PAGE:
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InterPlay and the Movement Patterns

By Cynthia Winton-Henry, Co-founder of InterPlay

InterPlay is a system of practices and ideas that increase ease, creativity, body wisdom, teamwork, and energy. Focusing on four areas of experience—movement, voice, words, and stillness—participants gain insight into their unique body wisdom and learn how to use it effectively in groups. InterPlay is practiced by leaders in business, education, therapy, social work, art, religion, and non-profit work in over 50 cities on 5 continents.

InterPlay’s easy-going approach is based on asking participants to do relatively simple things that lead to interesting and sometimes surprising interactions. We might ask them to:

  • tell a partner about your kitchen for 30 seconds,
  • let one hand move smoothly for ten seconds, then jerky, and then combine the two in a short dance or,
  • follow the sound and movement of  a partner for 30 seconds, then change roles, then do it once more while letting go of knowing who is following and who is leading.

Afterwards, we “notice” whatever might have gone on for us personally, allowing other layers of learning and interaction to occur. These incremental steps lead to more elaborate forms of moving, telling stories, and singing.

InterPlay was described by one participant as being “sneaky deep.” InterPlayers notice major shifts in awareness, get a sense of community among diverse participants, and gain tools for creating in many different ways in the moment. InterPlay has become a life practice for many—a way to be fully present in the moment and to regain the grace, joy, amusement, and ease one needs to work well in the world. InterPlay easily includes people with challenges of age, experience, ability, or language. The practices serve as open, adaptable containers into which people can pour their particular stories and experiences. Those with English as a second language often feel more quickly included in English-speaking groups. Those with special knowledge learned from unusual life experiences have a place to share what they know through short noticing exercises.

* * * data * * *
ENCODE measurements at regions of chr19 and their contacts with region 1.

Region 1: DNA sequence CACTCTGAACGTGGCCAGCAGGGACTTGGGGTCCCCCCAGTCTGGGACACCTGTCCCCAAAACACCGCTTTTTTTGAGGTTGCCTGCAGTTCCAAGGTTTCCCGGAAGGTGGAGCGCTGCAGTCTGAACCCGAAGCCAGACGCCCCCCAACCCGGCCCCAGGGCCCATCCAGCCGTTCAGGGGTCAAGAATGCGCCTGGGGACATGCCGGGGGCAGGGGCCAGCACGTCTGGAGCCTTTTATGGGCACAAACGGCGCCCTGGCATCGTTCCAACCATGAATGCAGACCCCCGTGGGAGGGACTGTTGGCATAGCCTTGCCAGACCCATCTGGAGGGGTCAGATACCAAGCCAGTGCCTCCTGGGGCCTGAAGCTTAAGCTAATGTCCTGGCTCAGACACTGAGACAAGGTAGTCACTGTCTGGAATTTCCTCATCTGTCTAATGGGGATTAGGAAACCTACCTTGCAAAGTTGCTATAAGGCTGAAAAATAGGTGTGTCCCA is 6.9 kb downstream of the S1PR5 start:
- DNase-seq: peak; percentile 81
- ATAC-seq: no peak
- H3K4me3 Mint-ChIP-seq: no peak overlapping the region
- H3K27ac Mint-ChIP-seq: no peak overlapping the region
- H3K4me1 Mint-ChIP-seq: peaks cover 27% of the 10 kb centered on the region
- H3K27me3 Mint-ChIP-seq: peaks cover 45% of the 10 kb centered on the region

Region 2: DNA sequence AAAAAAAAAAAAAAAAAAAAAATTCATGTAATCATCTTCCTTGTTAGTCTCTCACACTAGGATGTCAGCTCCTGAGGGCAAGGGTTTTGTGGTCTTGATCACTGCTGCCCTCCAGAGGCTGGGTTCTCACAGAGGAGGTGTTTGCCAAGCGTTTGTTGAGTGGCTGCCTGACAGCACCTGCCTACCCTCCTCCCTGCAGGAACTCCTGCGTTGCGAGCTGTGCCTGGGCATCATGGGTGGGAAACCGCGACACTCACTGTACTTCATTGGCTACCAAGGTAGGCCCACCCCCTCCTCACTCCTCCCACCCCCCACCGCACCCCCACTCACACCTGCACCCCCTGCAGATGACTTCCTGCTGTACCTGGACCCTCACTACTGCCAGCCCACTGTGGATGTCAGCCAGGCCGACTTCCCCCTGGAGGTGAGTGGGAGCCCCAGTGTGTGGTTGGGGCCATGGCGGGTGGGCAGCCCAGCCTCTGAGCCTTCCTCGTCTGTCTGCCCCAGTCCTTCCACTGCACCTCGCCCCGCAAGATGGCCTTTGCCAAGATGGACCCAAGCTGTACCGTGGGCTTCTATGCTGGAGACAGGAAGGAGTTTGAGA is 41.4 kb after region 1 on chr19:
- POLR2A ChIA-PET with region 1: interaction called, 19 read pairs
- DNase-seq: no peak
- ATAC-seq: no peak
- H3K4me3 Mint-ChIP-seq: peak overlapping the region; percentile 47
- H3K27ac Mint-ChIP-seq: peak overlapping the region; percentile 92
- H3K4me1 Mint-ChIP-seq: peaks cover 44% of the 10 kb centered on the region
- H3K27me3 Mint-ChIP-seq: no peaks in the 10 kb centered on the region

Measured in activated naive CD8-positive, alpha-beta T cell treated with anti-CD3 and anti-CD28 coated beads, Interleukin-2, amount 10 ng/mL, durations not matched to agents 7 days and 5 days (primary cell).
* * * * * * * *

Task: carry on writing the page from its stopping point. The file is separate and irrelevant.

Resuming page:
Hang, Swing, Thrust, and Shape were integrated into the InterPlay system early on. In InterPlay we get to play with these dynamics in direct, physical ways. Understanding these movement patterns has become a practical, “hands-on” way to understand how different people can be from one another. Like the primary colors—blue, red, and yellow—these four movement dynamics are easy to feel, recognize and apply when people want to expand the “color palette” of their everyday behaviors.

On a personal note, the patterns helped me to affirm my intense need to thrust. I had repressed my thruster so much that it was affecting not only my health, but my family and work relationships. It is possible that embracing my thruster saved my marriage and my life.

InterPlay uses movement elements from four patterns in every warm-up. We believe that having even a little of each can provide useful balance in our lives. People feel relief when they get to do “fake tai chi” to smooth things out, or all-out fake karate for five seconds to let their thrusters “go off.”

In the InterPlay Leadership Program, designed to help people lead a more embodied life, the four movement patterns are introduced as part of InterPlay’s common language. Consequently, InterPlayers embrace the different wisdom that comes from individuals and/or groups—hangers, thrusters, shapers or swingers. All are important. By physically engaging and celebrating each pattern, we have uncovered the wonderful gifts that diverse people bring to our gatherings. For more information about InterPlay events see www.interplay.org.

Visit colleague's web site www.interplay.org

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